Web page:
Pushing past boundaries … and stepping into your power
You need to speak in front of your class, but your knees buckle even before you reach the podium. You want to expand your social circle, but you’d rather swallow nails than make small talk with people you don’t know well. Speaking up in discussions would strengthen your connections to others and the subjects at hand, but you’re afraid of saying the wrong thing.
Situations like these — ones that are important, but personally also, perhaps, quite terrifying — are actually quite common for many people. So what is a typical response to these situations? Most times it is avoidance. That makes sense because, who wants to feel anxious when you don’t have to?
Now the problem, of course, is that these tasks aren’t just unpleasant; they’re also necessary. As we grow and learn, we’re constantly faced with situations where we need to adapt our behavior. It’s simply a reality of the world we live in.
But without the skill and courage to take the leap, we can miss out on important opportunities for advancement. How can we stop building our lives around avoiding these unpleasant, but beneficial, tasks?
Here’s the deal: I’ve worked with people struggling to step outside their comfort zones for many years. What I’ve found is that we often have much more leeway than we believe to make these tasks feel less loathsome. We all can find a way to tweak what we have to do—to make it palatable enough to perform. First, by reforming them, then, by sculpting situations in a way that minimizes discomfort. This is a skill that takes time and practice, no doubt about it. I still work on this myself, daily, in fact.
First, the ‘bad news’: In order to step outside your comfort zone, you have to do it, even if it’s uncomfortable.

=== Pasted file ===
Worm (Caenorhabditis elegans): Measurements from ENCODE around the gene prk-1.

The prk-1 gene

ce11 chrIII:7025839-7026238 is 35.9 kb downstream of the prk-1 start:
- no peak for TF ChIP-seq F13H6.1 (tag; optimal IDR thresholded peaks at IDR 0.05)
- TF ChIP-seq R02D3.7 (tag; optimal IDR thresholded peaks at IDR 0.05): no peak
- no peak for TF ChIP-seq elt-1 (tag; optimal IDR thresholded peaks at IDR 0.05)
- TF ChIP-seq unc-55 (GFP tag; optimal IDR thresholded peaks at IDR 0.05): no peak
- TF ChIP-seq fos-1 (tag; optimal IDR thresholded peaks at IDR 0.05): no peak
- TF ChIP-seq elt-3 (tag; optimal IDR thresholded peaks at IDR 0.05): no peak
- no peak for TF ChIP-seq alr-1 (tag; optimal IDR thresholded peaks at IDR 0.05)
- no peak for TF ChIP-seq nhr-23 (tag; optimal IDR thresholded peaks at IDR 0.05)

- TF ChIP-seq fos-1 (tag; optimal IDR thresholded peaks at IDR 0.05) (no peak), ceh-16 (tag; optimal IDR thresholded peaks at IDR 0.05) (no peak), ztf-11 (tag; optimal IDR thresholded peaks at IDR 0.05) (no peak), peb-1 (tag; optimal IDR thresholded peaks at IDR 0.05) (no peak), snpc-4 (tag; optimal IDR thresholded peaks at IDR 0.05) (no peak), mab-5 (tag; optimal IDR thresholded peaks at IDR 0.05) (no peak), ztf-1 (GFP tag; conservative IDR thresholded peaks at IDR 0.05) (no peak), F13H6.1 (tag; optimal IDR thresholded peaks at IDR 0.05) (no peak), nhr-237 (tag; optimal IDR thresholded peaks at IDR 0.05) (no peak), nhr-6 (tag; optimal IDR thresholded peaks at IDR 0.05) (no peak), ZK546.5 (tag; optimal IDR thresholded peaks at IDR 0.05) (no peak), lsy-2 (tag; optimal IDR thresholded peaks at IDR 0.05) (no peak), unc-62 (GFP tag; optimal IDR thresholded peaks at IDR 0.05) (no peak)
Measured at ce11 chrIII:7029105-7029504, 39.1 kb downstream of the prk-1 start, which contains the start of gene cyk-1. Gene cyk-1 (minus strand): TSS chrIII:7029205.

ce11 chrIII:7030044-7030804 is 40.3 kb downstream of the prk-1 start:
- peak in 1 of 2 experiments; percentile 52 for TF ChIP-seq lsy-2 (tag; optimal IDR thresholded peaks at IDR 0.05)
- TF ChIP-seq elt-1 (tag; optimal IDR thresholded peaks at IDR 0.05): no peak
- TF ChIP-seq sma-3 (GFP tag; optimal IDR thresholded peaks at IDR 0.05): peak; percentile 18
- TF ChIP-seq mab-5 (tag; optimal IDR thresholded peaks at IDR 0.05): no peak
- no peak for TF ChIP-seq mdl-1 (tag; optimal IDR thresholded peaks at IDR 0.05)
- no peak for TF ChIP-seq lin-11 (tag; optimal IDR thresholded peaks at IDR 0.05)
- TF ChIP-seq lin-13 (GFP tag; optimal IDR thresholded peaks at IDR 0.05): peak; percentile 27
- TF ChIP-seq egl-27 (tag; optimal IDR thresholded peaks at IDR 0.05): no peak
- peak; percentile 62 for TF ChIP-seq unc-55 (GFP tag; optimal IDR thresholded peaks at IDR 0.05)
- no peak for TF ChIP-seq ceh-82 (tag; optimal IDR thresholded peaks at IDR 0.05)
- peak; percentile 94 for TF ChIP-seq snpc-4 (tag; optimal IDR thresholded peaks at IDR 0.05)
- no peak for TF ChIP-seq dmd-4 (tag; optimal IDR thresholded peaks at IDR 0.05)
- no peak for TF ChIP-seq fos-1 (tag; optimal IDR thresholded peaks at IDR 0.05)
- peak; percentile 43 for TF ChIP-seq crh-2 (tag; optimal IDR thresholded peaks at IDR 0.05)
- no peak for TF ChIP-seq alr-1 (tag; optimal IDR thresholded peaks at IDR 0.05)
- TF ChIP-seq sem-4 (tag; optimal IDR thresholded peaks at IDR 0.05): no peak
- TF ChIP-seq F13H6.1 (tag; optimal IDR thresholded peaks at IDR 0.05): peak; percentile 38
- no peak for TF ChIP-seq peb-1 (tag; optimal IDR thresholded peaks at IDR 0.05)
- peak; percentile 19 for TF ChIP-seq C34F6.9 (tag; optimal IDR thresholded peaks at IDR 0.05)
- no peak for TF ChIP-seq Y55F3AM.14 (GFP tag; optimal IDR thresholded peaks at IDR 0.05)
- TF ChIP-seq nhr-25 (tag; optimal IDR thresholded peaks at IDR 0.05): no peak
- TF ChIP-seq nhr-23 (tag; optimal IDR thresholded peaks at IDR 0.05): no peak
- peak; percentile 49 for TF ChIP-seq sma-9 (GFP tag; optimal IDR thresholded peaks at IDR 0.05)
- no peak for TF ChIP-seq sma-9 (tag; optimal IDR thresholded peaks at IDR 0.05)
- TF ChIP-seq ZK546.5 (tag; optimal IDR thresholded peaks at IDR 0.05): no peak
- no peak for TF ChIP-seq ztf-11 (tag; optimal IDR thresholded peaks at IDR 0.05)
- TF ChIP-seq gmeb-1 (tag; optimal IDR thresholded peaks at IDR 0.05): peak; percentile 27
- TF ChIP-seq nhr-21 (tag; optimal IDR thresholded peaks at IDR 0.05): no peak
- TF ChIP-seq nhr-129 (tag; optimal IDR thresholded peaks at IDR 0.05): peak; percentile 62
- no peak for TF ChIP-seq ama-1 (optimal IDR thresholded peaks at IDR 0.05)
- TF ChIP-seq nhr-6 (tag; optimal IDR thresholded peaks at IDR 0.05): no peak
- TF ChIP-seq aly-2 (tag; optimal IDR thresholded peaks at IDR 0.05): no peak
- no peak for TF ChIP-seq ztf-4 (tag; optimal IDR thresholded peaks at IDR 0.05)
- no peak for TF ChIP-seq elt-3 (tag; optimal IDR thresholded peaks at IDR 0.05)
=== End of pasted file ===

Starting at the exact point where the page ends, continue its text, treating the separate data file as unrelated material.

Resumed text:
The good news is that you can use this article to help you put mechanisms in place that will force you to dive in. Who knows– you might just discover that what you initially feared isn’t as bad as you thought. You may even discover that you enjoy something you thought you’d loathe!
For example, I was working with a high school student with a history of being uncomfortable with public speaking. They were able to take a public speaking class where their teacher had them deliver speeches — using notes — every class. Then, after several classes, they were told to hand over their notes and speak ‘naturally’.
This person told me that they were feeling utterly terrified about it. So we spoke about the fears and the ways to push past them. Guess what? Some simple ‘tricks’ I will share actually worked. In the end, they did great! What’s more, they shared those tips with a few classmates who were also feeling afraid, and they worked for them, too! The student was feeling so strong and confident about speaking in ways they had never before imagined they might feel.
The student went on to share with me that being brave enough to try speaking without notes, then doing it, ended up being much more effective than any ‘avoidance’ or ‘rehearsals’ they had been doing in the past. Their speaking was actually more natural and authentic. But without the mechanisms and tools forcing them into action, they might never have taken the plunge in the same way.
So how about we start with some simple, small steps?